Douglas K. Currier
ISBN: 978-1-59948-923-0, ~52 pages, $13 (+ shipping)
Projected Release Date: June, 2022
An Advance Sale Discount price of $7.50 (+ shipping) is available HERE prior to press time. This price is not available anywhere else or by check. The check price is $11.50/book (which includes shipping) and should be sent to: Main Street Rag, PO BOX 690100, Charlotte, NC 28227-7001.
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About The Author
Douglas K Currier holds a Master of Fine Arts in Poetry from the University of Pittsburgh and writes in English and Spanish. He has published work in several journals: The Café Review, The Main Street Rag, The Comstock Review, Anaquel Literario, Herederos del Kaos, Periodico Poetico, Revista Rito, and others, as well as in the anthologies: Onion River: Six Vermont Poets, Getting Old, Welcome to the Neighborhood, and Poemas Zafados II in North America and Latin America. He has retired from university teaching and lives with his wife in Carlisle, Pennsylvania.
Douglas K. Currier’s Senorita Death is one of many possible guises of Death—neighbor, waitress, jealous half-sister, wedding guest—the poet conjures in this frank and provocative collection. The eponymous title poem and dedication “To my children—”a remedy for grief “and another, “The Prettiest Girl in the Room,” signal the tenderness, humility, and irony sustained in puzzling out anew what is unpredictable but the same for the “old poet,” for bygone family and friends. ~Daniel Lusk, The Shower Scene from Hamlet
No ordinary collection, these poems —evidence of a poet’s profound engagement with mortality —have flamenco’s powerful dynamic of restraint and intensity. The partners in this dance aren’t equal, the outcome is never in doubt, but the strength of the poet’s imagination and his skill with language make the contest dramatic and vital. What emerges from this brave confrontation is true poetry: urgent and alive. I was informed and enlightened by reading it. ~Joan Aleshire
I’m too old to be addicted to anything but death
– so varied, so close, I can smell her breath
– one night alcohol, another embalming fluid,
gasoline, or highway exhaust.
She had me at birth, and even when I ignored her,
I didn’t. Who can forget his first love, his out,
his exit, his ride home, that beautiful woman at the curb,
motor running, ready to floor that son of a bitch into oblivion.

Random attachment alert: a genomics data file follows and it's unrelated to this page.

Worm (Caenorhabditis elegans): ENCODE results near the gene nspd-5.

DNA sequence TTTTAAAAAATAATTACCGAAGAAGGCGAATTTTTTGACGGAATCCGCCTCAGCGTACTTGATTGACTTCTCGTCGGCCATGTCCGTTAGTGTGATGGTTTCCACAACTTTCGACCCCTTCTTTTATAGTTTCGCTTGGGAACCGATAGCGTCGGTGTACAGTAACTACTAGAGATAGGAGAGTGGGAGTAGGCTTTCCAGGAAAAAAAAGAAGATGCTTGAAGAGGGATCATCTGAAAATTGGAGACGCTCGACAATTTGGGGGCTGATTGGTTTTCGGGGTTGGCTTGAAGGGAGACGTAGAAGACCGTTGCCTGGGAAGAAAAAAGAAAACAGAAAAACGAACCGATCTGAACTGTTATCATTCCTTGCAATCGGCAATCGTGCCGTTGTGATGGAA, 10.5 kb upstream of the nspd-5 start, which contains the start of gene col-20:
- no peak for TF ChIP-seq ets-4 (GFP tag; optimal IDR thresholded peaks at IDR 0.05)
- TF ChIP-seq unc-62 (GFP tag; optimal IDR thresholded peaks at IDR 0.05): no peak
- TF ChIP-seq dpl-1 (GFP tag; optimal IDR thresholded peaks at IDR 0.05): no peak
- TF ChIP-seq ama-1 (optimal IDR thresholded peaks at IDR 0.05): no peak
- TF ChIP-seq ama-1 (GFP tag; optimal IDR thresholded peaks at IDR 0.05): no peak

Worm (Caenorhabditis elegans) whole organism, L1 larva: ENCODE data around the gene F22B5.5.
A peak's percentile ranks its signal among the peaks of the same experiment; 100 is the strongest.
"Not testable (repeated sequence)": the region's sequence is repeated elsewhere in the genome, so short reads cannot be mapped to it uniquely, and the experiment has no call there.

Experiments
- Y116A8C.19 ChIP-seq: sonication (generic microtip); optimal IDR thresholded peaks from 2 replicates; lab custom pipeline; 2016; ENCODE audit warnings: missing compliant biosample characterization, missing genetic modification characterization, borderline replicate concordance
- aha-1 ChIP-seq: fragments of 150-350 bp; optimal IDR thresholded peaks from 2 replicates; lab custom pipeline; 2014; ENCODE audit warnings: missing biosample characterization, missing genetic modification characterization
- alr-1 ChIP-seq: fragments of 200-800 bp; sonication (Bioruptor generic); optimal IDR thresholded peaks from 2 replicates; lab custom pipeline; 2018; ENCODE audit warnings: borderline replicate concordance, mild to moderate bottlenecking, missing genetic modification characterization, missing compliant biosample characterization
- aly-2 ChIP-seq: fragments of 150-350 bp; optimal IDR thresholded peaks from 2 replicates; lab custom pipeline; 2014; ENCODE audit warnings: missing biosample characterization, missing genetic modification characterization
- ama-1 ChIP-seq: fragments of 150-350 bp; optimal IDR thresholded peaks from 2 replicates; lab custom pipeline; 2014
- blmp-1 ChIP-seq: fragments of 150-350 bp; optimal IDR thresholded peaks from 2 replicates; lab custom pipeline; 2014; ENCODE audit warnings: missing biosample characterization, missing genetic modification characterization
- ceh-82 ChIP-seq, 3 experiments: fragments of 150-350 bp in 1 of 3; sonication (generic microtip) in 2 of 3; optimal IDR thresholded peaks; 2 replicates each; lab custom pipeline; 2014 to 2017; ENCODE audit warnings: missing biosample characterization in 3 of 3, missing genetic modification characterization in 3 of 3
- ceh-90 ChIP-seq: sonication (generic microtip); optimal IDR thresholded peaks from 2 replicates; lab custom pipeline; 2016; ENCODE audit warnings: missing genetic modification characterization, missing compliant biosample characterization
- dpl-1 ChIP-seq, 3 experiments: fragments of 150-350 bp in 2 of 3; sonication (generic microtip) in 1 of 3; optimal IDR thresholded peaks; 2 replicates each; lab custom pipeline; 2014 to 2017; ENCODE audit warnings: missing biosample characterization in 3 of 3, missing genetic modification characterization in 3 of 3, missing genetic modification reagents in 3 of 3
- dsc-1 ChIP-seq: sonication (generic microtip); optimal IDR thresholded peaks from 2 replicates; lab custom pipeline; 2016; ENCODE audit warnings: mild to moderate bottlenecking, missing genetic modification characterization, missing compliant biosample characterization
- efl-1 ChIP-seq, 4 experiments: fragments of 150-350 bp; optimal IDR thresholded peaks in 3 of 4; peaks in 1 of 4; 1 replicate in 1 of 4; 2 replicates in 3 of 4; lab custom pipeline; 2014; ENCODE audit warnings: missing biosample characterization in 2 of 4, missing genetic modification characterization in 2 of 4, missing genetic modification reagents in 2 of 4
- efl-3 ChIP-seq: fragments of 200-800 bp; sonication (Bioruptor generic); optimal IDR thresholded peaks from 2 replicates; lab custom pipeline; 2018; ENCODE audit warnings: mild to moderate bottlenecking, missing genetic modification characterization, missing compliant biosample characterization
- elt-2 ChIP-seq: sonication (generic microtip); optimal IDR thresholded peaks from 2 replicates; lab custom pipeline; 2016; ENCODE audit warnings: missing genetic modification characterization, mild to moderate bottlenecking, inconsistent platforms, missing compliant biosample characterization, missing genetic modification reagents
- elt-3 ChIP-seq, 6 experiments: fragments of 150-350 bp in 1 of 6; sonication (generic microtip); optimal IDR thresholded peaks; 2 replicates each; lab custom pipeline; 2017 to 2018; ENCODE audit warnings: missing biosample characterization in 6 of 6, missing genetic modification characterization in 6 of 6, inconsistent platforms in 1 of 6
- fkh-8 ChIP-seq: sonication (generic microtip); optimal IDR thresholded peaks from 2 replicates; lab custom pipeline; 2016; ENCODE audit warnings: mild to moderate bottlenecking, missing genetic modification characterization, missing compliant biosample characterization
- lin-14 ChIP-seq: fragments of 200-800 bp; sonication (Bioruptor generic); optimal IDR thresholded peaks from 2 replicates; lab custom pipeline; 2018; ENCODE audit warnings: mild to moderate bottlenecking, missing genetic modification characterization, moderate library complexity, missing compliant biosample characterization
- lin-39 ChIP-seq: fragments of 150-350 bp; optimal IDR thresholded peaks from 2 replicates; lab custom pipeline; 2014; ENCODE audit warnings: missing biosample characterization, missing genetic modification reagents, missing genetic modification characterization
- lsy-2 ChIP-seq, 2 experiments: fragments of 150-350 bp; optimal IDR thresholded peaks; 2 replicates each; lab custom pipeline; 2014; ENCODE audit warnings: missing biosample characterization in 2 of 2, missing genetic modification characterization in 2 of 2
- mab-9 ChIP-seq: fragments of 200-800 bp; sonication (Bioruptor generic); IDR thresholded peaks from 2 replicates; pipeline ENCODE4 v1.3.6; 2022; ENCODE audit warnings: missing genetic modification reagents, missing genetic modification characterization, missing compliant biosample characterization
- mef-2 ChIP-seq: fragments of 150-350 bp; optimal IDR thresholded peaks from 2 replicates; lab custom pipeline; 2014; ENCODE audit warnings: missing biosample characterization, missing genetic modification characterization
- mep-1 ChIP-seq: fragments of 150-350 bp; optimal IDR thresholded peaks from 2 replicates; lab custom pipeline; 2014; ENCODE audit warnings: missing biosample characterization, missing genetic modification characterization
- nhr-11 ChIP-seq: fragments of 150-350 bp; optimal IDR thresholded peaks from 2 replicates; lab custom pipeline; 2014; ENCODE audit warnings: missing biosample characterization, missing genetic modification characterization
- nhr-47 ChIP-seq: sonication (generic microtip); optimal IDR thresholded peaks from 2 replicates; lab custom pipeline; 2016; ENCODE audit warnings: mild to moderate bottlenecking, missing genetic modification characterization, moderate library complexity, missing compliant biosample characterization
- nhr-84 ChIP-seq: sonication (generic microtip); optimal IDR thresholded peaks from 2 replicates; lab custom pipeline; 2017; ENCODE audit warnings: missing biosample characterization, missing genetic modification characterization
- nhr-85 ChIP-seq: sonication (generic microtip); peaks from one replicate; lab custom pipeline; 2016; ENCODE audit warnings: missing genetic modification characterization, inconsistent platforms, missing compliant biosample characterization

Building a death
We play at this, rehearse an advance directive,
living will, dole out organs selflessly, pretend
a nonchalance in the leaving: wait a week or so,
no tubes, no appliances, for God’s sake, no undue expense.
Ever mindful of others, we pile on the aftereffects
– the tasteful music meant to mediate our departure,
the decorations, flag-draped and solemn, floral
and candle-lit to befit whom we were, the really last words.
We prescribe as if someone’s listening, as if we
will hear any of it from that narrow hallway,
the bathroom light on at the end. We’ve always left
a light on for those poor bastards stumbling ahead in the dark.
for Alejandro Mauriño
My friend, I know what it is to present yourself,
your body, to prep and reassurances even though
you’ve signed the acknowledgement that death
may well result. If you’re me, you ask for odds,
as if you had money on the outcome. You wouldn’t
mind so much not winning, but you’d like
your horse at least to show.
Anyway, I have smiled into the anesthesia, all hope
and good wishes, all “See you after” and “How long
the recovery,” put myself in the capable hands of medicine
– half-sure of a bit more time — and will again.
Such is our optimism, our yearning.
This last time, was, of course, your last. Did you know
somehow, intuit that some of it was last, remember
last times for poems and sex and good meals you so enjoyed,
the friends and laurels and lecterns of literature.
Were you tipped in advance? Did you take any of it
seriously? Were the odds in your favor?
Are they ever for any of us? Ever?
Anyway, I wish you on. We know that sometimes
the revision doesn’t take, and the poem doesn’t improve,
doesn’t survive the meddling ink, the rewrite, the edit
we put it through. We won’t know if your leaving
was opportune or not. You were often the last to leave
a party, but it is at times good to exit before you’re kicked out.
We might have wanted some more poems. Old men
write old-man poems, often copying the brittle, yellowed pages
of youth in a starker light and calling them new.
You know that trick. I do too.
She’s in the “Ladies’.”
We’ll be leaving in a bit.
After a night of hard drinking,
dancing to loud music, a few laughs,
a few fights, it’s good to leave
while you can still stand —
hit the “Head,” then wobble out
the door into an endless night
without stars or curbs to negotiate.
It’s nice, for a change, to leave
with the one you came in with.
She’s been nice, so young,
so beautiful, it’s hard to see
what she sees in an old guy,
but she’s been with me
the entire time, give or take,
and we’re leaving together.